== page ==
Faculty Using Technology

A short video on this teaching strategy can be seen here

Robin Fowler, College of Engineering, co-teaches Introduction to Engineering, a course in which student teams design, build, and test products for professional scenarios (e.g., Company X needs a remote-operated vehicle to investigate subglacial life at the Ross Ice Shelf in Antarctica). Teams need to apply course concepts to evaluate competing designs relative to client-generated objectives and constraints. However, teams often pursue suboptimal designs due to poor group process.

To enable more equitable and conceptually sound design decisions, Fowler shifted team meetings from face-to-face discussions to synchronous, text-based online discussions, during which team members are geographically dispersed. Fowler creates a Google Doc for each team, including each student’s individual project idea and a decision-making matrix to be completed as a team. Students simultaneously access these materials and negotiate decisions at preordained times using the commenting and chat features in Google Docs. Read more »

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A short video describing this teaching strategy can be seen here.

George Hoffmann, Romance Languages and Literatures, teaches a course that explores the controversial literature on the Algerian War. Thirty-two undergraduate students are each required to deliver a PowerPoint presentation on a capstone analytical project. In-class presentations are dynamic, but ephemeral, and their engaging material is lost to students in following course iterations. Therefore, Hoffmann uses Google Sites to create a collaborative course website to document and extend the highly visual capstone projects across courses.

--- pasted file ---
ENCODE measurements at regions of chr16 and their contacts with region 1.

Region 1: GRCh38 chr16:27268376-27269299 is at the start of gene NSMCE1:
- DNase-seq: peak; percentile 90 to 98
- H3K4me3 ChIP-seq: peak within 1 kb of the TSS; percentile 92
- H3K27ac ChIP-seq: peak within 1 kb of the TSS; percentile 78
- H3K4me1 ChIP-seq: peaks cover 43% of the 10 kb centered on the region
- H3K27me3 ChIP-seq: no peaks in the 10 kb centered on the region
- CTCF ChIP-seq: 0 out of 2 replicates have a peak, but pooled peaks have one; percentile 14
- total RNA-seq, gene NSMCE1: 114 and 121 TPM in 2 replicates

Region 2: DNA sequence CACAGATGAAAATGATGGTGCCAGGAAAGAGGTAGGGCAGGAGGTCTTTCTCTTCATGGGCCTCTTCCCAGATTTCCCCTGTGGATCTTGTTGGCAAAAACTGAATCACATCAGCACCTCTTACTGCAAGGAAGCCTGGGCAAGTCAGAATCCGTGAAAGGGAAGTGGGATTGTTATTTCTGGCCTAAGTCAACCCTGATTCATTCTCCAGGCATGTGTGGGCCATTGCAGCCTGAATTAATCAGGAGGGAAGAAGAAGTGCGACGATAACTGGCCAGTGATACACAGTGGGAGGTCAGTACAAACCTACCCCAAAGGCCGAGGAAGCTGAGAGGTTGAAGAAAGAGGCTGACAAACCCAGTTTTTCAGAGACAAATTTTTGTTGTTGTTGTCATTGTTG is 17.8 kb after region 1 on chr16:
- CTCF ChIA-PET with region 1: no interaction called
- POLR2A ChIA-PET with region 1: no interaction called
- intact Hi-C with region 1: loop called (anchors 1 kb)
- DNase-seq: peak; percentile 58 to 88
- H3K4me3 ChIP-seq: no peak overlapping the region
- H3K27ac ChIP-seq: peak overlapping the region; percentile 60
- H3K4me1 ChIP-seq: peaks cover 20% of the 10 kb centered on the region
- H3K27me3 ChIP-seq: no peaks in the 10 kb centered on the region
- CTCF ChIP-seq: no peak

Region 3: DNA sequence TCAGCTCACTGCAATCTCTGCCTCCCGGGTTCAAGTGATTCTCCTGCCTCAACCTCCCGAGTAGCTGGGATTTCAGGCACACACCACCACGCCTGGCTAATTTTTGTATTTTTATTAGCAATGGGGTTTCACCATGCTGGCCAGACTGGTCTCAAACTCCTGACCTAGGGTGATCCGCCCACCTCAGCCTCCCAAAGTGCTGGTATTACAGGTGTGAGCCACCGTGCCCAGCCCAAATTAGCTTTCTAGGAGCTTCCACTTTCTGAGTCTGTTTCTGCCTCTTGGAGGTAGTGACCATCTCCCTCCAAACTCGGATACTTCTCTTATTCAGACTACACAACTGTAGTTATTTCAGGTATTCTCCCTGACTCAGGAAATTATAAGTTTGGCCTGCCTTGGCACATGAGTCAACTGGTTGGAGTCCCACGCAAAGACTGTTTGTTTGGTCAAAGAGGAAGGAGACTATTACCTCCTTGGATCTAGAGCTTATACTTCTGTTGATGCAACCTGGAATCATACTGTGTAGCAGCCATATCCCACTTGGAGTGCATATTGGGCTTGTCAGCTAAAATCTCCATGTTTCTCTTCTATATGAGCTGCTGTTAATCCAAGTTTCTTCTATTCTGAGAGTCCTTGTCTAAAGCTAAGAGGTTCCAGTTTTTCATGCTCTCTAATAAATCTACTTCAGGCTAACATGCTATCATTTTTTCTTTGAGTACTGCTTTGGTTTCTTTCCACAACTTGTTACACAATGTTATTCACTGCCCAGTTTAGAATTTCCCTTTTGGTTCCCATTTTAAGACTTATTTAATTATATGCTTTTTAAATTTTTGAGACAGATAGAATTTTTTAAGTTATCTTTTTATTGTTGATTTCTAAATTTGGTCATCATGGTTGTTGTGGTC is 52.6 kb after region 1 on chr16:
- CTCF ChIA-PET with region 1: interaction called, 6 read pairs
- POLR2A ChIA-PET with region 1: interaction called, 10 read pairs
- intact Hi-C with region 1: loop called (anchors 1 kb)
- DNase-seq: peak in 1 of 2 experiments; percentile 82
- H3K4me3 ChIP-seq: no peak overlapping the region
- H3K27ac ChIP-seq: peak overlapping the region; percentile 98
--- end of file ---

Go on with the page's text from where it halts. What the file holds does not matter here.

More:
Based on his or her PowerPoint presentation, each student creates a media-rich web page, exclusively in French, without having to learn HTML. Hoffmann pairs students to peer review web pages using the commenting feature in Google Sites. Students’ grades reflect both the content of their own web page, and the quality of their peer critiques. Through the combined use of PowerPoint and Google Sites, students not only learn valuable communication skills, but also practice disciplinary skills of close reading and critical evaluation. 

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Steve Skerlos (Mechanical Engineering, College of Engineering), discovered that his graduate students, even those who were quite successful in his classes, were not retaining what they had learned in class in a way that they could apply that knowledge to research questions.  Additionally, Prof. Skerlos had a desire to shift his lecture-based courses to have more in common with senior design courses in engineering, i.e. the instructor and the students all working together to solve problems.  The following description of Prof. Skerlos’ flipped class is for his ME 499 course, Sustainable Engineering and Design.  Prof. Skerlos, though, has flipped many classes, including a 150-person undergraduate course. Read more »